"I was kind of a Negative Nellie because I was really unsure how it would work," she says. "But the feedback we got was that the people exhibitors met with were high quality. It wasn't the same number of people as they would get walking by on the floor, but the quality of the person they met with was much higher."
Just in case, Hobbs kept a supply of coffee-shop gift cards in her pocket throughout the whole show last year, and she was generous in handing them out to anyone who had a problem or complaint. She also had to contend with a board member who refused to go along with the strategic-exchange sessions and an older member who berated the sales team when he found out about the changes.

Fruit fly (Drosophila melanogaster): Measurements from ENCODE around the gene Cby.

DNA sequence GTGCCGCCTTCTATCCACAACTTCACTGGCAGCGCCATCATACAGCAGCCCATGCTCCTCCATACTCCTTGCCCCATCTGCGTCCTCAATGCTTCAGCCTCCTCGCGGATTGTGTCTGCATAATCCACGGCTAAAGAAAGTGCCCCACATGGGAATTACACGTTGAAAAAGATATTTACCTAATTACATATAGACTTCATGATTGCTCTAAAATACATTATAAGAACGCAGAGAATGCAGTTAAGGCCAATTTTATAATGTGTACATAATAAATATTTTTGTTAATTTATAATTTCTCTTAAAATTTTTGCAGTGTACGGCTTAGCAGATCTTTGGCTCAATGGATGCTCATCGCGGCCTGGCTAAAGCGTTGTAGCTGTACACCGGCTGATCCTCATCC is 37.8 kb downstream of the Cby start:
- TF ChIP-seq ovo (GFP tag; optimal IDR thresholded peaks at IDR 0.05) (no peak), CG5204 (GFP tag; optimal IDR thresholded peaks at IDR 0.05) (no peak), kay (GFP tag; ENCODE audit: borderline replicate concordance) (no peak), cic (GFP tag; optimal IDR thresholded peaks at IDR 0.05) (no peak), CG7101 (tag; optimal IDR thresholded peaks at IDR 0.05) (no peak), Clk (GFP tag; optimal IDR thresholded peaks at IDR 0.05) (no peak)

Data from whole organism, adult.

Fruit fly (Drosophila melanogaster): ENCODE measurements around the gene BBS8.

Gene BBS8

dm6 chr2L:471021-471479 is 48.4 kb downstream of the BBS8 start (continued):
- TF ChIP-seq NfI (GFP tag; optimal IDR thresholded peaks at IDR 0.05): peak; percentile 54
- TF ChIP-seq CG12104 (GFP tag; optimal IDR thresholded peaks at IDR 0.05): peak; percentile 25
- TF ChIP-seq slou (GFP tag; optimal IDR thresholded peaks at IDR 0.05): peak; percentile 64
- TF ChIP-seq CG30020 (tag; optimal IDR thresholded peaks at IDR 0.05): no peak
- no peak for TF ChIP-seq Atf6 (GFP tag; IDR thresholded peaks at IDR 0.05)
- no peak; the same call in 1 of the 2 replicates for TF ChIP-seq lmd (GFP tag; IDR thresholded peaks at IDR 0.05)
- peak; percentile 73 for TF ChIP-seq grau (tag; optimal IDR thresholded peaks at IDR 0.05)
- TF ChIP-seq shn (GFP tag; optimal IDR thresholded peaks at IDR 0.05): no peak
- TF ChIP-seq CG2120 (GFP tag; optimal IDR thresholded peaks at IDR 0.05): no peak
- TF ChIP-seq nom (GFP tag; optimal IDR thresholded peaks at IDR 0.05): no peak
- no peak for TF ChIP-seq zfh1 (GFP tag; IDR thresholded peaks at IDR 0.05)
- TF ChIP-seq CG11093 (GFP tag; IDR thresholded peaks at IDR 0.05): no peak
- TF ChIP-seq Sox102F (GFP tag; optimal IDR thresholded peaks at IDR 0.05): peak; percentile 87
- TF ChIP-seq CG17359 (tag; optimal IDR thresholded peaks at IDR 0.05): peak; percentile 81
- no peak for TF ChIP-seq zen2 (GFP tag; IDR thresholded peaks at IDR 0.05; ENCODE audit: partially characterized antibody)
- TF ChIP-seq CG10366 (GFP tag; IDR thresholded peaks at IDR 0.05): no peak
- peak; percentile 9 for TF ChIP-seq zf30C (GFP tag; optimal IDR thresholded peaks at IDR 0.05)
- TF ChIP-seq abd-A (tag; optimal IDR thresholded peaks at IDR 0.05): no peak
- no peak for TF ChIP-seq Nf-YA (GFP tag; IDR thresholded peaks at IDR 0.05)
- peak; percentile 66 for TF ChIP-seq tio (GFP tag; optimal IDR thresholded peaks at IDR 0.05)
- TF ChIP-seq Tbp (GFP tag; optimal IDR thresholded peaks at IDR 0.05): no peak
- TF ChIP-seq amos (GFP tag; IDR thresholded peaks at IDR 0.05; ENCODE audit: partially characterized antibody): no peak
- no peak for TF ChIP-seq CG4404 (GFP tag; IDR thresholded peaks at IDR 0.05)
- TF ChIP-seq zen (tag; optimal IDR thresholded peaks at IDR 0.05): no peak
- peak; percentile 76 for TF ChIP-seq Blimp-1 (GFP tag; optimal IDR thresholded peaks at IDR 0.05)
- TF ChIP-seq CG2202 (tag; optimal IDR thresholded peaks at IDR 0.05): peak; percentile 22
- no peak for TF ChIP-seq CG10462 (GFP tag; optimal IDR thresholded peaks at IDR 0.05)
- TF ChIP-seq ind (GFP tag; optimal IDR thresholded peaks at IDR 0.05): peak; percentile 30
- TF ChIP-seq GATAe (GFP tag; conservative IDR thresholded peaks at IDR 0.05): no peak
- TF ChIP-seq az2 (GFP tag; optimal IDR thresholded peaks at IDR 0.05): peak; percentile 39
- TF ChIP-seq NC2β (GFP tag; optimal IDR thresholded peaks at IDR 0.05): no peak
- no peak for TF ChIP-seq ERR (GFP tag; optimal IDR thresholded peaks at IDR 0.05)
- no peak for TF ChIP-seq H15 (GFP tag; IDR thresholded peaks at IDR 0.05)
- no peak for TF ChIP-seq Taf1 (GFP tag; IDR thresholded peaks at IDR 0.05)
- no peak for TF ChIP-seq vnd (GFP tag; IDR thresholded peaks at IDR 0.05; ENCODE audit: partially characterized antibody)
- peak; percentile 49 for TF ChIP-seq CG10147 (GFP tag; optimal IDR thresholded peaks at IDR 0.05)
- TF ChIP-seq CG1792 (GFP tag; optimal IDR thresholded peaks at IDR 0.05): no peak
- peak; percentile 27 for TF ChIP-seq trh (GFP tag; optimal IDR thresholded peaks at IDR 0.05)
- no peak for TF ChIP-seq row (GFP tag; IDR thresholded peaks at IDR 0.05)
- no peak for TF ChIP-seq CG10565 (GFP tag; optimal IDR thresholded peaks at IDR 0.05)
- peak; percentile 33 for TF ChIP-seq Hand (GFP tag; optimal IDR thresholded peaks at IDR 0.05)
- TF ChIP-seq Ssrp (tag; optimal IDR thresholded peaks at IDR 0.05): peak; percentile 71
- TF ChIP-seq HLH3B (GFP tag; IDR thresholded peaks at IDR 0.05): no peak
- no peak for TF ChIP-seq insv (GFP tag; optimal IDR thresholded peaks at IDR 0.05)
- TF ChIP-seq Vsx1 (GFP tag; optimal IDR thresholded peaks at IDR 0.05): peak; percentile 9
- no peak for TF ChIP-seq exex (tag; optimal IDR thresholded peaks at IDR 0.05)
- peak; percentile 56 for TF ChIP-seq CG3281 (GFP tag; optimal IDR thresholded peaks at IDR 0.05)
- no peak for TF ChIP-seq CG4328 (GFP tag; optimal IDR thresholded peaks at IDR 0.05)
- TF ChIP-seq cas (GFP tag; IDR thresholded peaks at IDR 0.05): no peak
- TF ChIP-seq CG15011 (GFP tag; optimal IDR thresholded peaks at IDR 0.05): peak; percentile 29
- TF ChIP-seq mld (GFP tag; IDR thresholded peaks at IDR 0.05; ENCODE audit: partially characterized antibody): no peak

"He was very upset with the sales team, and when it was over, he sent them flowers," Hobbs says. "To me, that tells the whole story. He had six half-hour meetings that generated actual sales leads he could follow up on. When it was over it was a huge success. We went from ‘We hate you' to ‘Put my name down for a cabana next year.'"
Jacqui Cook is a freelance writer in the Chicago area. Email: [email protected]
Sidebar: Tips for Creating a Better Show-Floor Experience
Sandy Reynolds, CMP, president of Meetings & Events USA, offers this advice for associations considering new ways of bringing attendees and exhibitors together:
Know what they need. It pays to do research when planning your exhibit experience. Do not get stuck in the rut of "we've always done it that way." Conduct spot calls and surveys to find out what attendees really want out of vendor time and discover what exhibitors value most when meeting with attendees. You might be surprised.